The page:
Today’s NewsStand – June 14, 2018

Featuring hospital and health care headlines from the media and the Web.

Iowa News

Iowa Medicaid director: Privatization is saving money but it’s hard to say how much
Iowa’s Medicaid director said Wednesday that he is sure Iowa taxpayers are saving money by having private companies manage the giant health-care program, even though it’s hard to say exactly how much. “I think it’s important that, regardless of the methodology, there are savings,” Iowa Medicaid Director Mike Randol told an advisory council. He gave no explanation of why the new estimate was triple the $47 million estimate his agency released a few months ago. (Des Moines Register)

Unpaid Medicaid claims threatens closure of Colfax clinic
 “We can no longer accept Amerigroup patients.” Fpeople in small-town Colfax, this sentence could mean the difference between access to local medical care or a potentially life-threatening situation. In May, the staff of Colfax Medical and Wellness clinic informed their patients they will no longer be accepting insurance claims from Amerigroup, one of three companies responsible for managing Iowa’s now privatized Medicaid system. The clinic has not received payments from the national managed care organization since August of 2017 — resulting in $30,000 of unpaid claims. (Newton Daily News)

Mental health issues can be a rocky field to plow
Most are unaware of the danger, struggles and heartbreak that most farmers deal with throughout the seasons. University of Iowa’s Emeritus Professor in Agricultural Medicine Kelley Donham explained that tragic situations like depression and suicide — something that is not often talked about — relating to the struggle over land and the farmer’s strong link to it. “Farmers are such that they still really are aware of and affected by the stigma surrounding mental health issues for them actually to seek help for that.” (Oskaloosa Herald)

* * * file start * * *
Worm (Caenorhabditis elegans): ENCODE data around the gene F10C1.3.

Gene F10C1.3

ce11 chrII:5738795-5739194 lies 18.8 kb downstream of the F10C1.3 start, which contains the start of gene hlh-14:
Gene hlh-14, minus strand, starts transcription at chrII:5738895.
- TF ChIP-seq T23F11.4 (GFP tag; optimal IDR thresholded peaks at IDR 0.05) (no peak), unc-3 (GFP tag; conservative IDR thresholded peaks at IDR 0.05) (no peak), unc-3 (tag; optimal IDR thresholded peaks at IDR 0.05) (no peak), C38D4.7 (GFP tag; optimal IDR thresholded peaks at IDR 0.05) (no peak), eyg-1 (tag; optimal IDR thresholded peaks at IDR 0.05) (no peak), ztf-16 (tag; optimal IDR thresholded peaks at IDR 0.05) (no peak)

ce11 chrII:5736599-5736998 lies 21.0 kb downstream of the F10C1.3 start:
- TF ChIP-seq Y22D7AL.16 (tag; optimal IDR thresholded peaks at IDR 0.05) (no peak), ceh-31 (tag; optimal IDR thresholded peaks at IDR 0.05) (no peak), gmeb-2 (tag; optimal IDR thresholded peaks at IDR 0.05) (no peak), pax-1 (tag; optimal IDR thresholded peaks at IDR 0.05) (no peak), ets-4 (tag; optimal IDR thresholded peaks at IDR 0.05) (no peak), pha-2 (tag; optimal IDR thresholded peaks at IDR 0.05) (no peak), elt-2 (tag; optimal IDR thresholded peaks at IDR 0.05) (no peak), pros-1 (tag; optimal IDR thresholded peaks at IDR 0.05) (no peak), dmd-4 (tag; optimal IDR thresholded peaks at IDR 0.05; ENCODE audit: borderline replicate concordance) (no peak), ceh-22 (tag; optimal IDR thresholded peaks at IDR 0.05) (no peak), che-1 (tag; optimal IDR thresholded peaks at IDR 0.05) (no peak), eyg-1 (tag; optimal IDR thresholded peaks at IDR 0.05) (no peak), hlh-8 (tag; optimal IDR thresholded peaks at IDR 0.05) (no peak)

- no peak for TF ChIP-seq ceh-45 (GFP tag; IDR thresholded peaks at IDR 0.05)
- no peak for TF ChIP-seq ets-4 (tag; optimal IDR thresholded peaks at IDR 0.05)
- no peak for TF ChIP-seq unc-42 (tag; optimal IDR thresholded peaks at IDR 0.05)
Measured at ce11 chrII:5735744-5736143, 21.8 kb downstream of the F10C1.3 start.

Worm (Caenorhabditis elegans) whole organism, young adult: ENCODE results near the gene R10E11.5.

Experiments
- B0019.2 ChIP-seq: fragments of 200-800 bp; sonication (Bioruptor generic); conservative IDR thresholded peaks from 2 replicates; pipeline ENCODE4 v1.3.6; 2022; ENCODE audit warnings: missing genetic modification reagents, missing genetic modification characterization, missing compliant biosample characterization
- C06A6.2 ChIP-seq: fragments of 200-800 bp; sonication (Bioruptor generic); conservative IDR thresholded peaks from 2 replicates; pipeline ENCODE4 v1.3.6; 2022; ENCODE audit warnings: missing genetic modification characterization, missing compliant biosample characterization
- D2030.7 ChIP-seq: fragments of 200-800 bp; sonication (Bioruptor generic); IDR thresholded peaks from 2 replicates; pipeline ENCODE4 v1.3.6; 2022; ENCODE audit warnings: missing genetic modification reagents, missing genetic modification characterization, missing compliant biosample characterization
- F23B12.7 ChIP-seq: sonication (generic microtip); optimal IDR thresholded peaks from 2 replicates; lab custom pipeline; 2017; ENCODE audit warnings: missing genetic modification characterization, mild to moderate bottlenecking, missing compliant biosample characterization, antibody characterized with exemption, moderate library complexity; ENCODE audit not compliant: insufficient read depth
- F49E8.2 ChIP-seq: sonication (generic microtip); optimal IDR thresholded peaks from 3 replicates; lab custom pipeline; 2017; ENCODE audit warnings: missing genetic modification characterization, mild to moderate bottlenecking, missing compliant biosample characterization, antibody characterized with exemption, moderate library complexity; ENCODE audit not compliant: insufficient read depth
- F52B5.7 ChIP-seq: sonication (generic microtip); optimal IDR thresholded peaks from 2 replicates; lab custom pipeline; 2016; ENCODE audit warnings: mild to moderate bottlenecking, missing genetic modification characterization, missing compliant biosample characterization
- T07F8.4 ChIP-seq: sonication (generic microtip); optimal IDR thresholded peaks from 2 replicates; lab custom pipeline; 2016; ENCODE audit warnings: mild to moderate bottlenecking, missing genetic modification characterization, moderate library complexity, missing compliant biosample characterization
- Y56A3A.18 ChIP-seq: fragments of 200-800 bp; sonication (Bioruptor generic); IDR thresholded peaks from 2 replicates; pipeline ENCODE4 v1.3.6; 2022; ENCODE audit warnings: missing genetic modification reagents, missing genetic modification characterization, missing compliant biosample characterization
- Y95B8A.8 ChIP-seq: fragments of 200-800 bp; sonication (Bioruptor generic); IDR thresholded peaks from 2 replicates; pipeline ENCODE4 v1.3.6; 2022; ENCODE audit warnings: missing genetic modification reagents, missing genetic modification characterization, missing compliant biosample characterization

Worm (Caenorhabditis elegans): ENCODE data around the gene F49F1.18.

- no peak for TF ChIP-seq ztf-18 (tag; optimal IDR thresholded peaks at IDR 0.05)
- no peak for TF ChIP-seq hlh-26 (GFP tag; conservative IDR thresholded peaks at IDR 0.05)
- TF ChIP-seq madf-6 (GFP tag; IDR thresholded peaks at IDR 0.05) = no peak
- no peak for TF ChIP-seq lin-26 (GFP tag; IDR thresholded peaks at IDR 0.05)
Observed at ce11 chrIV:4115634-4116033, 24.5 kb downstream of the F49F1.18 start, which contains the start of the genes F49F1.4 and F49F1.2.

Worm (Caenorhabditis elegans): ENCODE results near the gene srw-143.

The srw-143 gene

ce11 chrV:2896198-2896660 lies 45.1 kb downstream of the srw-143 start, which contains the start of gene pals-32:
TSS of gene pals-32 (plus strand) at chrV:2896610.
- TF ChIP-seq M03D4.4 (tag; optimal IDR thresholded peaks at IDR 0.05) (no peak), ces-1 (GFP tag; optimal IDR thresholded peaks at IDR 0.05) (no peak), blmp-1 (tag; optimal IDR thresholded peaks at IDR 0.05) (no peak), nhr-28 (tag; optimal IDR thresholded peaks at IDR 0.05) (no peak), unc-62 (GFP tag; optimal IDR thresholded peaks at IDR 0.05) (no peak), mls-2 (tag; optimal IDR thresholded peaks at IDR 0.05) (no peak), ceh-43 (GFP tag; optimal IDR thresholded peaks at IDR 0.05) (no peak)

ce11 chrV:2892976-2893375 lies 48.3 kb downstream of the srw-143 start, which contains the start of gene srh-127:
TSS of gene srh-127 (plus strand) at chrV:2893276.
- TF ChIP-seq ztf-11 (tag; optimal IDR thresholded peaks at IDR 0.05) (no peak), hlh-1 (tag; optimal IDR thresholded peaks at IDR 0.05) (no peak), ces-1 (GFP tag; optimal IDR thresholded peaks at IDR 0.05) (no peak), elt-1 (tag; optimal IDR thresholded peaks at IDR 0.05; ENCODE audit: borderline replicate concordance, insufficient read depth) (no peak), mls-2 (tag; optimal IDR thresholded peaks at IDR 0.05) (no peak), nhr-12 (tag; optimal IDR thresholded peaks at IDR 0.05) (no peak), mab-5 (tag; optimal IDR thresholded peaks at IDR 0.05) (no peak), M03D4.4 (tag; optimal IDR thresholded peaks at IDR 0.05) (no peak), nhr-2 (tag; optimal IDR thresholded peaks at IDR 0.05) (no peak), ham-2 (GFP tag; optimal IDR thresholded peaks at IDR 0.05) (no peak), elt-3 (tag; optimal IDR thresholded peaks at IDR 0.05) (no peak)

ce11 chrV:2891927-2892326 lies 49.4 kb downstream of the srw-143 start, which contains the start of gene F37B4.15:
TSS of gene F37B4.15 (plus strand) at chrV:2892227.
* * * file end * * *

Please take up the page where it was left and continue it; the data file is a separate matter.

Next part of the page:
National News

Kansas Medicaid woes prolong wait for autistic kids needing therapy
Autism looks very different in different people. But for those who struggle to communicate or interact with others, psychologists often point families to the kind of one-on-one treatment called applied behavior analysis. In Kansas, though, parents face long waitlists and shortages of providers. So a decade into statewide insurance reforms, more Kansans have coverage for this therapy, but that doesn’t mean kids get it. The situation is worst for children with Medicaid as their primary or secondary insurance, and those in rural areas. (High Plains Public Radio)

Work requirements for Medicaid could increase cost
The state’s plan to cut off health insurance to poor Oklahomans who don’t work could harm families and increase costs for taxpayers, according to a Center on Budget and Policy Priorities analysis. That could force the poor to seek treatment at safety-net providers or emergency rooms, which must treat them. Craig Jones, president of the Oklahoma Hospital Association, said while the number of people affected by the work requirement seems relatively small, hospitals are concerned more uninsured Oklahomans will need care in emergency rooms. (Tahlequah Daily Press)

Ohio cancels $1.1 billion Medicaid cut to hospitals
Ohio has canceled a planned $1.1 billion Medicaid cut to hospitals, saying an uptick in the economy and reshuffling money in the health care program has prevented the reduction. The cut would have represented 5 percent of what Ohio Medicaid pays hospitals to treat some 3 million program recipients. Ohio hospitals had been concerned about the cuts and had met with Ohio Medicaid officials to show them detailed analyses of hospital finances and Medicaid, said John Palmer, spokesman for the Ohio Hospital Association. (Cleveland Plain Dealer)

5 things to know about Medicaid work requirements
The Trump administration’s decision in January to give states the power to impose work requirements on Medicaid enrollees faces a federal court hearing Friday. The lawsuit before the US District Court in Washington, DC, will determine whether tens of thousands of low-income adults in Kentucky will have to find jobs or volunteer in order to retain their health coverage. But the ruling could have far-reaching implications affecting millions of enrollees nationwide and determining how far the Trump administration can go in changing Medicaid without congressional action. (Kaiser Health News)